• CONSTANTLY ADAPTING to suit the ever changing market is the name of the game in the Ewing family who, since moving from Ireland some 20 years ago, have switched from the dairy game to the world of pedigree and commercial cattle, with a few diversifications up their sleeve for good measure.

  • Few pedigree units have hit the headlines more than Jim Innes and sons, James and George’s Strathbogie Texel flock, but forget the numerous five-figure prices achieved, it’s the arable and beef cattle enterprises on this mixed farm that have always provided the real bread and butter .... up until now.

  • With an ever changing and evolving agricultural industry, there’s no doubt that planning and investing for the future is essential, and that’s certainly a top priority for the Wilson family, at Clackmae Farm, Earlston.

  • INFESTATIONS WITH lice can cause production losses due to reduced feeding time and damaged hides. 

  • OVINE PREGNANCY toxaemia – commonly known as twin lamb disease – is a common disease of pregnant ewes which occurs following a period of severe energy shortage.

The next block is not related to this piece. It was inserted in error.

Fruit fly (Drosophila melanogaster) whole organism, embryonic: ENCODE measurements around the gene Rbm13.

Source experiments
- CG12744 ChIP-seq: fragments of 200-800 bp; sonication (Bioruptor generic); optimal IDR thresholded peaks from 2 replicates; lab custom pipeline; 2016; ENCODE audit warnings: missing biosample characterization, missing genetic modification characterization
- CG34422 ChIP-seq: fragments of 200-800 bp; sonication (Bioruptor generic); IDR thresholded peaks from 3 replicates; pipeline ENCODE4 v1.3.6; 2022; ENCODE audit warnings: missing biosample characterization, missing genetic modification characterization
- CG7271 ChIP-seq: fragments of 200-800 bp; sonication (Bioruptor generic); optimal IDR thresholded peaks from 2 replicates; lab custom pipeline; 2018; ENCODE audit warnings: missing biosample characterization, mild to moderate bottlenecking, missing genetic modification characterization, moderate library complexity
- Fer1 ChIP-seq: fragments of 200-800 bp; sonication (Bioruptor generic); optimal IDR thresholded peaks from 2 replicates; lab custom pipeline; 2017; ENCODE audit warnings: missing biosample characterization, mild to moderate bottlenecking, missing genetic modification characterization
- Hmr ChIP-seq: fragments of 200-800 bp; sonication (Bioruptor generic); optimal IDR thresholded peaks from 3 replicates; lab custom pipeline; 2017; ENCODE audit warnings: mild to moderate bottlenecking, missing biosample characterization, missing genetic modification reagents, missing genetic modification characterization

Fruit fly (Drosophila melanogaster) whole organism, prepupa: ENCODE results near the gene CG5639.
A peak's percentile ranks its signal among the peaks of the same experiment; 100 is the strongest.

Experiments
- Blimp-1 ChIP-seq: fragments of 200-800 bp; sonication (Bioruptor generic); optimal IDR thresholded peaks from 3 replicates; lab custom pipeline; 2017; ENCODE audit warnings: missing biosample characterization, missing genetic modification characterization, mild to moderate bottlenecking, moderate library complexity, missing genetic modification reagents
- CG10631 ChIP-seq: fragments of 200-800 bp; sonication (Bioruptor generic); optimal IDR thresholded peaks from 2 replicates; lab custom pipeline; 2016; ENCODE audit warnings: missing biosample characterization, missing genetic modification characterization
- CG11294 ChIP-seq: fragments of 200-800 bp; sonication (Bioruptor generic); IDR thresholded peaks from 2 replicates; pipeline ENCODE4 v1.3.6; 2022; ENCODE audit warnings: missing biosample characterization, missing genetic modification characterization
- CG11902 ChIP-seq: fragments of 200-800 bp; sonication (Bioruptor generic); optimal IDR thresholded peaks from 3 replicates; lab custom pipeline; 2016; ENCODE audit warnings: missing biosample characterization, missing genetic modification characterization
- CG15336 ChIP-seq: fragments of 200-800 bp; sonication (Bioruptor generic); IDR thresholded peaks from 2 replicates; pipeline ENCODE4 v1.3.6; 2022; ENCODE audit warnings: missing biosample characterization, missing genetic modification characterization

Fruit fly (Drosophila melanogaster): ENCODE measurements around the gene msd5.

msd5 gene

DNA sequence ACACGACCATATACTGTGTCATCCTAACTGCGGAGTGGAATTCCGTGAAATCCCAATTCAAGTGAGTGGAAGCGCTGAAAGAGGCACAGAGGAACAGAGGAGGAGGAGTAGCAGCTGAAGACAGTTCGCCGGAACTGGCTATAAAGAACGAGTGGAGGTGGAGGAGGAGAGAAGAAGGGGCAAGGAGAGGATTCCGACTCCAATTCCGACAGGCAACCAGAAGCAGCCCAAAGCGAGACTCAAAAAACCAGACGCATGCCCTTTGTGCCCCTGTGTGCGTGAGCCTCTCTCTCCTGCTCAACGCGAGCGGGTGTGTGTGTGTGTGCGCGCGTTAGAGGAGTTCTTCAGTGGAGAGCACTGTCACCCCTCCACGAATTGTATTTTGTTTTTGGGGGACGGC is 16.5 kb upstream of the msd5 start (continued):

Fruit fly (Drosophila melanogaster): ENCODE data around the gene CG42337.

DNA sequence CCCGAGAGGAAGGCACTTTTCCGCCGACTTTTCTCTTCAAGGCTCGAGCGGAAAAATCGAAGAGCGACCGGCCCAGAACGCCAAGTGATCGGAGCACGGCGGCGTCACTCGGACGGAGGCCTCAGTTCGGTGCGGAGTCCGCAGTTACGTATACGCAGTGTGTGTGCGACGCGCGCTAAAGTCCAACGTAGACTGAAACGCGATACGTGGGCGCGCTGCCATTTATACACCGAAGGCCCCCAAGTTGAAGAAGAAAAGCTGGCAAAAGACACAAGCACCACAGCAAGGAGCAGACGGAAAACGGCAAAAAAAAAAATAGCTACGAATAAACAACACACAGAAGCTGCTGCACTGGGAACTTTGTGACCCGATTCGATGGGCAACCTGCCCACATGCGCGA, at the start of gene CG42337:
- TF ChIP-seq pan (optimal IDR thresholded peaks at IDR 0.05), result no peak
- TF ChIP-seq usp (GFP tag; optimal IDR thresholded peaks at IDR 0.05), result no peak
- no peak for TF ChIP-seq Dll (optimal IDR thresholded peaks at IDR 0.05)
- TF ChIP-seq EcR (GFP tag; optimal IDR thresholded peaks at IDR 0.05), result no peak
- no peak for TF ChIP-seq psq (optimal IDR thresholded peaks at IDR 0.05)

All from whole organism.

• THE LIMOUSIN cattle bred at Kinnahaird Farm, Contin, Ross-shire, are making a name for themselves having won the Scottish Limousin Club's small herd award for three successive years in 2008, 2009 and 2010.

  • PRODUCING THE top end of commercial sheep is not easy in any breed and it's a lot more difficult when you're working with three breeds, but it can be achieved and successfully at that as Jim Pate and Hazel Brown, who farm at Toxside and Moorfoot, at Gorebridge, have discovered in recent years.

  • SHEEP FARMERS looking for new Bluefaced Leicester sires at the upcoming Kelso Ram Sales, to be held next week, will have a tough decision ahead of them in selecting a tup, whether it be the traditional blue or the more recent crossing type.

  • FEW BREEDERS can claim to have been in their selected breed since its very beginnings, but the McKerrow family, who run the Nochnary flock of Texels near Freuchie, Fife, certainly can.

  • FORGET THE huge increase in feed prices and last year's horrendous wet weather which left many sheep farmers struggling to make ends meet – lambs can be finished solely off grass even in swamp like conditions in Scotland – by selecting the Hampshire Down as a terminal sire.